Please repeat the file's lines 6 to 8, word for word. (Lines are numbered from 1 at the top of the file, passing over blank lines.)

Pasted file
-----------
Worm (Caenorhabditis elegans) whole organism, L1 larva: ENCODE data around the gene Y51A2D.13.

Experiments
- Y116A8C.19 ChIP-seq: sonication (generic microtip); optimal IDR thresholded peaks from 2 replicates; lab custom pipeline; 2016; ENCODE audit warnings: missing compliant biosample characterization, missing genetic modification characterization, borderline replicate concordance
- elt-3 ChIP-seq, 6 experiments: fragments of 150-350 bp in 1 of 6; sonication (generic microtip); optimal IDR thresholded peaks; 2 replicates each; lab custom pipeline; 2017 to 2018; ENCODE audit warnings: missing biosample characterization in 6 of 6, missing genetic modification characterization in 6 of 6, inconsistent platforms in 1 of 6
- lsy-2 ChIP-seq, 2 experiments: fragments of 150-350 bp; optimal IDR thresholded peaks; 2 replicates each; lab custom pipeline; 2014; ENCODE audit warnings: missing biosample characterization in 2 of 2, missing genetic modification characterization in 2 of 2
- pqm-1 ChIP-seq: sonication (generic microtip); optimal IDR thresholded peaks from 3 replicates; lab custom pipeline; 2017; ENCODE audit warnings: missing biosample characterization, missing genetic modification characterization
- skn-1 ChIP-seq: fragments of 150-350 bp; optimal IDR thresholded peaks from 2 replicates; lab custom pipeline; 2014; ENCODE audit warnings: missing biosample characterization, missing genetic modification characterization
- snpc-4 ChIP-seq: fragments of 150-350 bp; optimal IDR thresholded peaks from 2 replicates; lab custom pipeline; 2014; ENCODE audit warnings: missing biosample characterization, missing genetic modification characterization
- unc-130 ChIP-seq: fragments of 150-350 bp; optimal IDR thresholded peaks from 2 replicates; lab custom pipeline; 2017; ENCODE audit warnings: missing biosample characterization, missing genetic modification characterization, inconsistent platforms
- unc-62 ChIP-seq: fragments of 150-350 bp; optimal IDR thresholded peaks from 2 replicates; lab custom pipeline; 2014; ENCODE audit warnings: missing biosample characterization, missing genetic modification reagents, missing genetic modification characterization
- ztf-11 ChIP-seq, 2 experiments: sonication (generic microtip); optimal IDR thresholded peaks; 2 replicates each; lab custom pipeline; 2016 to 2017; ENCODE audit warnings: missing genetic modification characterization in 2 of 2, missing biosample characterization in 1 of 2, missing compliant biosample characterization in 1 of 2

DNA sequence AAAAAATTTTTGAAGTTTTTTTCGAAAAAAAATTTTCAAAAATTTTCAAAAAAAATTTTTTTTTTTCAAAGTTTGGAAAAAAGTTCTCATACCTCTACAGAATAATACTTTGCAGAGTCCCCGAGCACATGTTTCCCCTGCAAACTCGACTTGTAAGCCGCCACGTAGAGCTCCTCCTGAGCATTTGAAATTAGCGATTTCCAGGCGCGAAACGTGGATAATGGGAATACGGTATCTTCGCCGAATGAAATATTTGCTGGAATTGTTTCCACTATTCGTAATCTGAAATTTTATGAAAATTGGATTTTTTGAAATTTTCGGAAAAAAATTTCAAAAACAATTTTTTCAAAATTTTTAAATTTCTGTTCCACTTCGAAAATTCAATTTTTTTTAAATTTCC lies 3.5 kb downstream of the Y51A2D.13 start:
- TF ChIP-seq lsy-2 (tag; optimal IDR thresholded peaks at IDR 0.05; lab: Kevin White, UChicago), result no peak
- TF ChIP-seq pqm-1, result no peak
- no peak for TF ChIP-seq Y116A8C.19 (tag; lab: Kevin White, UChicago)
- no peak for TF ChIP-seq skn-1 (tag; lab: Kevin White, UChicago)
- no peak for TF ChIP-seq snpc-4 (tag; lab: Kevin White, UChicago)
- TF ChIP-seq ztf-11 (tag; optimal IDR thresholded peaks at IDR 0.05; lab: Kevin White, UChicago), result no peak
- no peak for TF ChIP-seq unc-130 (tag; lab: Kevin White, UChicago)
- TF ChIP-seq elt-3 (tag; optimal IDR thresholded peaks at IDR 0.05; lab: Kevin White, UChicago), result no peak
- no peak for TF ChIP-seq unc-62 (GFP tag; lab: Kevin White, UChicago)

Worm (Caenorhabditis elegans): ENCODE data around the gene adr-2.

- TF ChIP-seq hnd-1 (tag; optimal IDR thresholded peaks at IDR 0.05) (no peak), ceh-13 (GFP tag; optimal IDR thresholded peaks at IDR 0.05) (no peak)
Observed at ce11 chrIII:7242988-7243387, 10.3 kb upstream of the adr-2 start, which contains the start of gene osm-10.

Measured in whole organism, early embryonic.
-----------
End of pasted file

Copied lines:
- pqm-1 ChIP-seq: sonication (generic microtip); optimal IDR thresholded peaks from 3 replicates; lab custom pipeline; 2017; ENCODE audit warnings: missing biosample characterization, missing genetic modification characterization
- skn-1 ChIP-seq: fragments of 150-350 bp; optimal IDR thresholded peaks from 2 replicates; lab custom pipeline; 2014; ENCODE audit warnings: missing biosample characterization, missing genetic modification characterization
- snpc-4 ChIP-seq: fragments of 150-350 bp; optimal IDR thresholded peaks from 2 replicates; lab custom pipeline; 2014; ENCODE audit warnings: missing biosample characterization, missing genetic modification characterization